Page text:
A disease narrative is a descriiption of how an individual, the family, and the affected person’s culture responds to a specific disease or disorder. Illness
narratives that describe an illness and its effect on the patient’s life are told as an autobiographical or biographical account. They provide insight into how
patients and clinicians understand the why and how of illness causation and treatment, including how illness processes are linked to the broader social and
structural contexts of patients, their communities, and their clinicians.
The Spirit Catches You and You Fall Down: A Hmong Child, Her American Doctors, and the Collision of Two Cultures  is an example of an illness narrative
that illuminates cultural, economic, and ethical meanings in a patient’s illness. The Spirit describes the beliefs and practices of the Lee family, Hmong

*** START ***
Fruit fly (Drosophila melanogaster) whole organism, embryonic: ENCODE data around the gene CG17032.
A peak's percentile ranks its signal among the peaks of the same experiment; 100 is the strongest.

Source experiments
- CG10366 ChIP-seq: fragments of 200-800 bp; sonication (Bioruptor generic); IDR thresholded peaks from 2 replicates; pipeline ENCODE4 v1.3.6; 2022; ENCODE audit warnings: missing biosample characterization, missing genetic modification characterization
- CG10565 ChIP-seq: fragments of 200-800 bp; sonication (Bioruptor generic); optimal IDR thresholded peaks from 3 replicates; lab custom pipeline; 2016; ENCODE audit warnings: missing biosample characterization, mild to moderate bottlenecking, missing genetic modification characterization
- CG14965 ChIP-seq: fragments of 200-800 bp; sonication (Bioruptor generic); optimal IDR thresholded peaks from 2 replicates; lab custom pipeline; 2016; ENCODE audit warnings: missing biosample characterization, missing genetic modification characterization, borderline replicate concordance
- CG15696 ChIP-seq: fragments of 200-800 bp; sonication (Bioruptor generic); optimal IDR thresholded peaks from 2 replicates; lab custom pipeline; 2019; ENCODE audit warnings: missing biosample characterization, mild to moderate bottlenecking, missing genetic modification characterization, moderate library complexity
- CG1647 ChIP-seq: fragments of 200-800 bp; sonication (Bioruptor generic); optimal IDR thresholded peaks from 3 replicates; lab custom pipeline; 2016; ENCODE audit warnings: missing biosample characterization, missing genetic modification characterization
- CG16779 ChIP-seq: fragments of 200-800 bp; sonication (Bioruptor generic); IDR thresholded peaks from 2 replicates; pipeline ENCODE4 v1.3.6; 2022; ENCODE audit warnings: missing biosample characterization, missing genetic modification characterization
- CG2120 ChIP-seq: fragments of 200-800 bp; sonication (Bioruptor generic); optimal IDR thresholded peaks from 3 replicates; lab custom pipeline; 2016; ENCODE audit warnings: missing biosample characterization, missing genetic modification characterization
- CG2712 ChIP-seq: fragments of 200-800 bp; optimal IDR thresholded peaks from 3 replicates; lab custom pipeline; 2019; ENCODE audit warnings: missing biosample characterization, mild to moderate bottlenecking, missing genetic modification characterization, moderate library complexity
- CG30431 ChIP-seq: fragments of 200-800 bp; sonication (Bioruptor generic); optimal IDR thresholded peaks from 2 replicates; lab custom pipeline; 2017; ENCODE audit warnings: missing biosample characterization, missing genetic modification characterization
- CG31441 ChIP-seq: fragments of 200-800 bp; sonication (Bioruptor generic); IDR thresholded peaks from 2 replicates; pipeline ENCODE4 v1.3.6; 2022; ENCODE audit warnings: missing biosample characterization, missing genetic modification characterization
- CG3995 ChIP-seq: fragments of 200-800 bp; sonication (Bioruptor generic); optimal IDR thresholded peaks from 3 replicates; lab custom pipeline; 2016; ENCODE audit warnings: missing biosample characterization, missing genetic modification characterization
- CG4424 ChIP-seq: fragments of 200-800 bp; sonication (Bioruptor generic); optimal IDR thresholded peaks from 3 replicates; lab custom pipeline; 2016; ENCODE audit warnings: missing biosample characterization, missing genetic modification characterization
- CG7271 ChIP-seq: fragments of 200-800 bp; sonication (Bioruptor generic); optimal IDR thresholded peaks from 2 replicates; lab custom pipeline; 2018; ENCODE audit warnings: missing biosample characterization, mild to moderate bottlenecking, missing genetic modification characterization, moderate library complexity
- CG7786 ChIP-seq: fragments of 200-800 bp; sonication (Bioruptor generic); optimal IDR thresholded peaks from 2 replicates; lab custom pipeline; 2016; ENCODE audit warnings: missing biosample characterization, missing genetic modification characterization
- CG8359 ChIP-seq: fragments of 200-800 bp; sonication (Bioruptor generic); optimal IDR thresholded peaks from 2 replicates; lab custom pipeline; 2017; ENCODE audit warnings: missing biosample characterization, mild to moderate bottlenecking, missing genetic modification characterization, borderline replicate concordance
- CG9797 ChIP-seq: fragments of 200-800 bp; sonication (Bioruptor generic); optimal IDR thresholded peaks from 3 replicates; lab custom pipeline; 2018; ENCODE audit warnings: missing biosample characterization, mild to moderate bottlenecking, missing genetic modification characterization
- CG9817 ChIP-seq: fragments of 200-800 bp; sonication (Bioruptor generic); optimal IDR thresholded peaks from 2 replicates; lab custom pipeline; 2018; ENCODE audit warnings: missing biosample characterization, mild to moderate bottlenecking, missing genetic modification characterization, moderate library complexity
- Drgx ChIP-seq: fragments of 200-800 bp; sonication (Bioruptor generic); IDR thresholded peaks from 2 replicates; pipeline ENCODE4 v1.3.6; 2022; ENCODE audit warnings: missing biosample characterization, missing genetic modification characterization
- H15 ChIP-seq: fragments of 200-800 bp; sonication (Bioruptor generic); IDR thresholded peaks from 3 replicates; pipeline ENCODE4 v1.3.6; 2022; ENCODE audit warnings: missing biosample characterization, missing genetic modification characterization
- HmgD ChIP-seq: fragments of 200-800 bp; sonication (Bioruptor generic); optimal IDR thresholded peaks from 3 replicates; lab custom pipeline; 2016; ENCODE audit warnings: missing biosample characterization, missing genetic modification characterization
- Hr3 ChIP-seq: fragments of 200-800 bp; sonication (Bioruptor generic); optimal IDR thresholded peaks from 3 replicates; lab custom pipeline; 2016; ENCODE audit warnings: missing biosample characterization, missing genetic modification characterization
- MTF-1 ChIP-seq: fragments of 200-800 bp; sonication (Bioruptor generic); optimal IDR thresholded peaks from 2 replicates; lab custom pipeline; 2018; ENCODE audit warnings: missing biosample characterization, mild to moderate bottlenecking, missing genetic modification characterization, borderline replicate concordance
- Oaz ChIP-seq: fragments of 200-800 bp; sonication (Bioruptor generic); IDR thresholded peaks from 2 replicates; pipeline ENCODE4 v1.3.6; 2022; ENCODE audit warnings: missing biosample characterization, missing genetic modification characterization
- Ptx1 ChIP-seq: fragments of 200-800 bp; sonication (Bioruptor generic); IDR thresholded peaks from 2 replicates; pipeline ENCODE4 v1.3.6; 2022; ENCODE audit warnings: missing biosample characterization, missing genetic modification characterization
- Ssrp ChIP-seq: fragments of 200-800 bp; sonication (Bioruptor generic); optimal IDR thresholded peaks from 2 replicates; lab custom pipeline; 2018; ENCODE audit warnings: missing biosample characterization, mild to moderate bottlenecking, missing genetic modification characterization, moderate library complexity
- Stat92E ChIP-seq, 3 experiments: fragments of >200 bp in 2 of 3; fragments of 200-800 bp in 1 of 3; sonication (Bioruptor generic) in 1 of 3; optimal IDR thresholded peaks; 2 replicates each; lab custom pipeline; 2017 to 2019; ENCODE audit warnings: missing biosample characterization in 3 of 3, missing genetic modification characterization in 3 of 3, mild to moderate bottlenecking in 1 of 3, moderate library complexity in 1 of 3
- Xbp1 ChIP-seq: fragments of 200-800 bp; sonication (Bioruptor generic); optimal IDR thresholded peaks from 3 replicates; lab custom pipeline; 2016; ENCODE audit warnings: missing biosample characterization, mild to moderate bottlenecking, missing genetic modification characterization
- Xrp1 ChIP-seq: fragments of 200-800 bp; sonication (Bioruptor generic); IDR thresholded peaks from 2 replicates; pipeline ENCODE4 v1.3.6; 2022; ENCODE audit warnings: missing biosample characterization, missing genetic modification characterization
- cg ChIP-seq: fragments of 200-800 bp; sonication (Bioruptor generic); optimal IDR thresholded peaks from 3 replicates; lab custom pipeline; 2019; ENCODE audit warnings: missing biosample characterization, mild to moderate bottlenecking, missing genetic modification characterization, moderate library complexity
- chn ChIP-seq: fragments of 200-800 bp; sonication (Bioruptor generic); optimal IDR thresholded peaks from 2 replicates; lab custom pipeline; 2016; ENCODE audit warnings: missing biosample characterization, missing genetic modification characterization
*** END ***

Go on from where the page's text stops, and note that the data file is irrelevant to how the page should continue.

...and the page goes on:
immigrants living in Central California, and those of the health care and social service workers, who were, from their experience and cultural positions,
attempting to provide excellent care for Lia, the young daughter who has epilepsy. The story gives us profound insight into how, despite a medical team’s
best efforts, inadequate care can arise from miscommunication, failure among clinicians to reflect on their own cultural and economic positions, rigid
institutional policies and procedures, and systemic inequities.
After you identify the individual, you can simply ask the individual to describe their experience and the family’s response to that specific disease. Write an
essay of the individual’s experience and the family’s response. The essay should be at least 2 full pages – not a page and a half.